What do hydrogen cars sound like?

What do hydrogen cars sound like?

January 27, 2024 0 By Julie Campbell

Since there is more than one type of H2-powered engine, there has been some confusion about the sound.

Since electric cars have such a great reputation for being quiet and reducing sound pollution, many people are wondering the same thing about hydrogen cars.

The sound produced by one of these zero-emission vehicles depends on its engine type.

The most common type of hydrogen cars are fuel cell vehicles, which don’t produce any carbon emissions at all.  These are essentially electric cars that are powered by H2 used in a fuel cell that generates electricity for an electric motor. Therefore, when it comes down to it, fuel cell vehicles make a similar amount of sound to a battery electric car.  If reducing noise pollution is appealing to you, then you’ll be happy to hear that this version of the vehicle is right up your alley.Liquid Hydrogen Cars - Hydrogen-Powered Engine Corolla Unveiled! - World's first full test run - OYS YouTube - 1

On the other hand, there are hydrogen internal combustion engines. These, like conventional engines, burn the fuel to power a similar ICE design.  This helps to explain why the Toyota Corolla endurance racer vehicle sounds very similar to conventional internal combustion engines. That said, it produces far fewer carbon emissions.

Vehicle enthusiasts who love noisier engines might like ICE hydrogen cars for the sound they make.

The racing model of the Toyota vehicle has a rumble to start and graduates to the higher roar as it revs up upon acceleration out of a pit lane, as can be heard in the video below.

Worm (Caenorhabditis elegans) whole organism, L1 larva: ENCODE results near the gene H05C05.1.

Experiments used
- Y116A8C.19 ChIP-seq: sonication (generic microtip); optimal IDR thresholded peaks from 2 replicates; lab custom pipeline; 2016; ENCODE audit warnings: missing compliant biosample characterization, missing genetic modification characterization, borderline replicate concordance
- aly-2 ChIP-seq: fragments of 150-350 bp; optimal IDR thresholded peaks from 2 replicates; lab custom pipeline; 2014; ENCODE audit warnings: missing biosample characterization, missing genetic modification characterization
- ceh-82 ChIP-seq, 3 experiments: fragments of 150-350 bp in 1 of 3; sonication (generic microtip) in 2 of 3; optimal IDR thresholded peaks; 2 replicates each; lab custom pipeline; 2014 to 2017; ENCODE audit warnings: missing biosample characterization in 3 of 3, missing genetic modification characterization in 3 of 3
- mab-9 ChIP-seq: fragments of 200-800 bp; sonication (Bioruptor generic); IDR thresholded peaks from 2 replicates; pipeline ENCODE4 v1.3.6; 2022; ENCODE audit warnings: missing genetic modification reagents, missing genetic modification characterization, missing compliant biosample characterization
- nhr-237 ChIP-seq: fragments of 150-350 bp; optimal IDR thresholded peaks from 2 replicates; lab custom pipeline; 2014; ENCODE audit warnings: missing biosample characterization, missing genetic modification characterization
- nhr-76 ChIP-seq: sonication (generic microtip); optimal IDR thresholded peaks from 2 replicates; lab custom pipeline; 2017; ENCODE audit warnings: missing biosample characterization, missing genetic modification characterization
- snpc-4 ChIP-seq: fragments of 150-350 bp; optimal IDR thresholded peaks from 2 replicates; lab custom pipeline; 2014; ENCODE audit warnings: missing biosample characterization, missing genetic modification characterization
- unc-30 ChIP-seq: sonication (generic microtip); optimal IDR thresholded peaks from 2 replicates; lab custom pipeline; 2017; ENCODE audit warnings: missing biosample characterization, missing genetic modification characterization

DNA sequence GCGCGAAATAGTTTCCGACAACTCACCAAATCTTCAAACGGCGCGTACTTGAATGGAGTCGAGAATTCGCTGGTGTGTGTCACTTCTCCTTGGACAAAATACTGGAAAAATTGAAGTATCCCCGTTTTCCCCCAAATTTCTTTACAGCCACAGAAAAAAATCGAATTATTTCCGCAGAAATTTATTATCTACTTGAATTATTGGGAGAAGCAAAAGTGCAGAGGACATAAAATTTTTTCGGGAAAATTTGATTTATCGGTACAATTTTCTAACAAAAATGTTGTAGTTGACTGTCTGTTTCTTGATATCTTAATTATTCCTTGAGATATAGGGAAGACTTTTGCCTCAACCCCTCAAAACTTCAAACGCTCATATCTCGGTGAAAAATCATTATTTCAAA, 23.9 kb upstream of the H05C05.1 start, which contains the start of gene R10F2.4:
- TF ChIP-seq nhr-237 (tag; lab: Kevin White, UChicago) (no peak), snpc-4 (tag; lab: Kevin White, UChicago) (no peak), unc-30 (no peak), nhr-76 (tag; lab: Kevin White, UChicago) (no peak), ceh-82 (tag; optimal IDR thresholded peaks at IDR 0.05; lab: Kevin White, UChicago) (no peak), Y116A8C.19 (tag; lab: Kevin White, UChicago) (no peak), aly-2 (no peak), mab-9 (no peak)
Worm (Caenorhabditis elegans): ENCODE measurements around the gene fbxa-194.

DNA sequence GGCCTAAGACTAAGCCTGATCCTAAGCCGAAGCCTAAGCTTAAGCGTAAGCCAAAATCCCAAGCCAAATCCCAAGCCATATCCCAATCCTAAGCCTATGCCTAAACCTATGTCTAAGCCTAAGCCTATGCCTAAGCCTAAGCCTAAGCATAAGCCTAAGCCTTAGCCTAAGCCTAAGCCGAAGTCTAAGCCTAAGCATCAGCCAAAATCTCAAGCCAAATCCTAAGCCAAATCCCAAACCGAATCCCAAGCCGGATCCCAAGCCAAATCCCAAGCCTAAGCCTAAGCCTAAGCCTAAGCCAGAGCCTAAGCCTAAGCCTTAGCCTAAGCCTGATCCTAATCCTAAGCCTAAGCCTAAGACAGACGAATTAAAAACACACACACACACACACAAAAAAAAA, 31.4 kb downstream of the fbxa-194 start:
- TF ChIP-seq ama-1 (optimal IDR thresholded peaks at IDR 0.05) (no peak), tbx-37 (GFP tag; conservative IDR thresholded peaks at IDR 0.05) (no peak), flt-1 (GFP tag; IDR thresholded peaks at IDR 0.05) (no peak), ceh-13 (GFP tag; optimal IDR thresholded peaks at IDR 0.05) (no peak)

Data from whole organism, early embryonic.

Following the clip of the sound of the sound of the hydrogen car, Hiroaki Ishiura, the Toyota racing driver comments that “It’s not as different as I expected [than a gasoline-powered internal combustion engine]. It feels like a normal engine. [If I hadn’t otherwise known,] I’d probably think this is a normal engine.”

Why the different sounds?hydrogen news ebook

The 1.6-liter, three-cylinder turbocharged internal combustion engine in the Corolla race car burns H2 instead of gasoline, which explains the different sound from the fuel cell vehicles, even those from the same automaker, such as the Toyota Mirai.

Still, it is the fuel cell hydrogen cars that are the most likely among H2-powered passenger vehicles to become mainstream. The ICE design is expected to be either a specialty design, such as for race cars, or will be the result of retrofits of existing conventional gasoline-powered ICE vehicles to reduce their carbon emissions.

In conclusion, the sound of a hydrogen car largely depends on its engine type. Fuel cell vehicles, which are essentially electric cars powered by hydrogen, produce a similar amount of sound to a battery electric car, making them an excellent choice for those interested in reducing noise pollution. On the other hand, hydrogen internal combustion engines, like conventional engines, make a sound that is more familiar to traditional vehicle enthusiasts. Despite the different sounds, both types of hydrogen-powered engines significantly cut down on carbon emissions, marking a promising step towards eco-friendly transportation. While the fuel cell hydrogen cars are most likely to become mainstream, the ICE design serves as a transitional or specialty option. Regardless of the engine type, hydrogen cars offer a viable and more sustainable alternative in the automotive industry.

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